One of the reasons why this is important and why we appreciate it is that there are still some areas which have not been provided for or which are not in the programme and which deserve to have television. Let rae mention Quilpie, a town of some size in my area, which is so far west that it is not able to be included in this programme. No doubt television for that area will be provided only when this programme is completed. The statement of the Postmaster-General gives an indication of his anxiety and that of the Government to expedite the provision of the stations that are to be provided under this programme. Already, as he stated, there are five which have come into operation. He gave the reasons for this.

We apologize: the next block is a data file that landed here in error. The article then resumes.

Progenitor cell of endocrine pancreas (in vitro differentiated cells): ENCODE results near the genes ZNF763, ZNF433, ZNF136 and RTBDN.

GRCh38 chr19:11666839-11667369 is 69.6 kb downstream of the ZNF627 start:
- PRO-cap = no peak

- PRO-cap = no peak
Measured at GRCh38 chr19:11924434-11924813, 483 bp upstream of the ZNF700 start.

The need for television is very great. I have mentioned the different way of life of people living in remote areas and people living in the metropolitan areas, in regard to the amenities that are available and particularly education. Television helps to bridge this gap. The Government is to be very warmly commended. I appreciate the fact that the Postmaster-General has taken this step to promote this programme and to do all in his power and that of the Government to bring it to a conclusion and to provide these stations. In my area there has been agitation for a high-power station at Roma. Quite a number of representations have been made to the Minister along these lines. But the argument has been the cost related to the number of people that would be served. These 38 low-power stations are to be provided at a cost of some S5m. The cost per person has been pointed out by the Postmaster-General to be relatively high in comparison with the cost of providing television in the more closely settled areas and in the provincial and capital cities of the Commonwealth. At the same time I believe that there is a responsibility which the Government and the Postmaster-General have accepted, to carry that cost and to bring television to all towns of reasonable size right throughout this country. This is a very big step forward.